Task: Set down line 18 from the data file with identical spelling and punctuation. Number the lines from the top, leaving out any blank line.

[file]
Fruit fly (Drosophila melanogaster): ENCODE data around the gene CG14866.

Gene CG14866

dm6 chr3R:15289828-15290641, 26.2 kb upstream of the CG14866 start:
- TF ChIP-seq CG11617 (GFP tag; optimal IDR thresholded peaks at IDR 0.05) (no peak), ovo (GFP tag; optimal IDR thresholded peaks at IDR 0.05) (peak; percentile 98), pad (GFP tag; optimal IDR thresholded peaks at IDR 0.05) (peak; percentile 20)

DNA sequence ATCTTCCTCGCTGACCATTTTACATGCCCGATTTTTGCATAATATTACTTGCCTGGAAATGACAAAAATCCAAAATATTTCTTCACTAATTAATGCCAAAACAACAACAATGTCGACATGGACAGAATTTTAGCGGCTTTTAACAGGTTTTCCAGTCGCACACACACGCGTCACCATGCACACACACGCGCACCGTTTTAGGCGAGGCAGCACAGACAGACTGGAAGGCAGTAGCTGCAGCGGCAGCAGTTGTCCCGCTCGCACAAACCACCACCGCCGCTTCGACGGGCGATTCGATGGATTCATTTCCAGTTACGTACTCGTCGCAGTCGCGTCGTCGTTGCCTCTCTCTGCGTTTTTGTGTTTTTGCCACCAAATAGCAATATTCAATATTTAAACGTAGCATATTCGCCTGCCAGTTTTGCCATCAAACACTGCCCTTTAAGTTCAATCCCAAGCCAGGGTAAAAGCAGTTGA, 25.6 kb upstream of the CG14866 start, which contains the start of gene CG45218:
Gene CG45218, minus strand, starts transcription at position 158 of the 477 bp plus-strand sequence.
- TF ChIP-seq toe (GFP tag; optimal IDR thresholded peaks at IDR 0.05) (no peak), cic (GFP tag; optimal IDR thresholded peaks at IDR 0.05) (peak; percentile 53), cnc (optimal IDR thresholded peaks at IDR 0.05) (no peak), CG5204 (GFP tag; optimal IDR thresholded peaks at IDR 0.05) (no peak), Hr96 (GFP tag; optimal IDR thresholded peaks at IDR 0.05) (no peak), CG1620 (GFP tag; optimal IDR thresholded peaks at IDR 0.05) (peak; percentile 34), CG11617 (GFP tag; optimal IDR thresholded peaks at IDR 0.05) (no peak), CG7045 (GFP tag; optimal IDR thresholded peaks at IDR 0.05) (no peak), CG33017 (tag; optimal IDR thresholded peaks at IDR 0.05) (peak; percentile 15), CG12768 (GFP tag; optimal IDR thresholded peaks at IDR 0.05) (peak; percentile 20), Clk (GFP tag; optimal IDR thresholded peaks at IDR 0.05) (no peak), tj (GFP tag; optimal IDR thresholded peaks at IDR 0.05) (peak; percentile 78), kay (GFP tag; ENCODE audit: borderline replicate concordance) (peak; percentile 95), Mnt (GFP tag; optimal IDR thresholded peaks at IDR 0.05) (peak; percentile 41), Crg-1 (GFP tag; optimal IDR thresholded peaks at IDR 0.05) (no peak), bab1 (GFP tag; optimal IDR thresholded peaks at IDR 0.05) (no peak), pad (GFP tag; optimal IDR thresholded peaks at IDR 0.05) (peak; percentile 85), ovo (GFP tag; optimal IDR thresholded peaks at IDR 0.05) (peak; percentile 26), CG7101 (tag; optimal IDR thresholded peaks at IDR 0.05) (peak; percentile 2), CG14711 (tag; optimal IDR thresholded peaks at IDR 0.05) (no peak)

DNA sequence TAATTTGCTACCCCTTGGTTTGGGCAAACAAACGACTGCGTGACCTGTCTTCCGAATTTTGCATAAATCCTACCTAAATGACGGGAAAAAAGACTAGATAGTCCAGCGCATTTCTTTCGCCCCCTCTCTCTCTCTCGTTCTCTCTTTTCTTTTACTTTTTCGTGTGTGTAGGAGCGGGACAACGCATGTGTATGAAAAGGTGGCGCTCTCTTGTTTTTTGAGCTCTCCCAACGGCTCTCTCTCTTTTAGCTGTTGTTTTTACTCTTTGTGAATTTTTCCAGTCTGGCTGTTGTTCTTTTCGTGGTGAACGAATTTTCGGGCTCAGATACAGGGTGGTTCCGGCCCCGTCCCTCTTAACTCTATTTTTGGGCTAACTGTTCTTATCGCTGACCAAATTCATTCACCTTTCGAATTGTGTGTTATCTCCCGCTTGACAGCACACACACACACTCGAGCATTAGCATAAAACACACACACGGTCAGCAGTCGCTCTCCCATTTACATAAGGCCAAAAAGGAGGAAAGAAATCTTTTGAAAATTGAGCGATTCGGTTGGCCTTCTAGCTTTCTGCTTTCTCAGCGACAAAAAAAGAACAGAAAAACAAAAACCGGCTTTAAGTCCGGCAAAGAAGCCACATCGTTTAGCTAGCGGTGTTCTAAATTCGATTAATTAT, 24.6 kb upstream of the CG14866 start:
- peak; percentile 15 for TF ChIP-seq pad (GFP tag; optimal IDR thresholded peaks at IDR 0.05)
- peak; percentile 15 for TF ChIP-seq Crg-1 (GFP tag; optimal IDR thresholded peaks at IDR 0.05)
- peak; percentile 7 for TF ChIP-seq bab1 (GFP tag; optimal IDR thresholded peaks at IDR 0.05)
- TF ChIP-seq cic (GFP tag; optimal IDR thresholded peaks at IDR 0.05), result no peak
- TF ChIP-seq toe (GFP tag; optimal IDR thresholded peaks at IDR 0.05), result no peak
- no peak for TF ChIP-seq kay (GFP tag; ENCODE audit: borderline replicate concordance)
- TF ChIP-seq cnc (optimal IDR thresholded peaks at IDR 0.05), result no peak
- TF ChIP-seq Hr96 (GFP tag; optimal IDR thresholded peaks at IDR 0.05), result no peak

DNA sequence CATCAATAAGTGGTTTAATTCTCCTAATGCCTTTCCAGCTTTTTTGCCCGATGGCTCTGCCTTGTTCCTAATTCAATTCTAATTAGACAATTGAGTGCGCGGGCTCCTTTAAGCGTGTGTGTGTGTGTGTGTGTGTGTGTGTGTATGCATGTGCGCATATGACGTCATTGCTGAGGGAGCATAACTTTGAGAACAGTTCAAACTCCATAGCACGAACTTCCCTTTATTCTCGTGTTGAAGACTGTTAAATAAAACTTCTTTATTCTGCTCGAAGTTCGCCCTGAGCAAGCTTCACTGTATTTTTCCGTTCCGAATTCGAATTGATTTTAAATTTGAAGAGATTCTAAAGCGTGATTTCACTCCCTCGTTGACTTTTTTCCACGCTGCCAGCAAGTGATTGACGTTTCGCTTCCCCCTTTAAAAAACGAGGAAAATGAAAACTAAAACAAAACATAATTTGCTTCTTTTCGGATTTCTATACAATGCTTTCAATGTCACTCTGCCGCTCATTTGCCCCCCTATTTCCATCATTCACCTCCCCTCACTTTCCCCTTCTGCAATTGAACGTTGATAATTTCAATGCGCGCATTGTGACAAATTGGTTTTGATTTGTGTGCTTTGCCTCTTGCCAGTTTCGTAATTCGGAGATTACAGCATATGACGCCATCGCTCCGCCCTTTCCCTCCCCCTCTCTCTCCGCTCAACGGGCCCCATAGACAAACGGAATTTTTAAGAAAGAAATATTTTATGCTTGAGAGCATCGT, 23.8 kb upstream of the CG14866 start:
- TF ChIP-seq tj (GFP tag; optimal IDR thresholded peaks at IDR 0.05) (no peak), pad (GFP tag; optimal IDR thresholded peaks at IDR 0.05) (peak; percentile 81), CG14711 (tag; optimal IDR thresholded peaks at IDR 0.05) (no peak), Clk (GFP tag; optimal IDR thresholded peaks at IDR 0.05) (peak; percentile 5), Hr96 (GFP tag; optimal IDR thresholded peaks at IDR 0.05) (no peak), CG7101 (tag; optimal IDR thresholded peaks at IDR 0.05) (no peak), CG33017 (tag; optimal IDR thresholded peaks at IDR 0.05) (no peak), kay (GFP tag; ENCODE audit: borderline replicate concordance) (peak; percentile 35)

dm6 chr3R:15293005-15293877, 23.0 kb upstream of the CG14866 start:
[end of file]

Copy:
- TF ChIP-seq tj (GFP tag; optimal IDR thresholded peaks at IDR 0.05) (no peak), pad (GFP tag; optimal IDR thresholded peaks at IDR 0.05) (peak; percentile 81), CG14711 (tag; optimal IDR thresholded peaks at IDR 0.05) (no peak), Clk (GFP tag; optimal IDR thresholded peaks at IDR 0.05) (peak; percentile 5), Hr96 (GFP tag; optimal IDR thresholded peaks at IDR 0.05) (no peak), CG7101 (tag; optimal IDR thresholded peaks at IDR 0.05) (no peak), CG33017 (tag; optimal IDR thresholded peaks at IDR 0.05) (no peak), kay (GFP tag; ENCODE audit: borderline replicate concordance) (peak; percentile 35)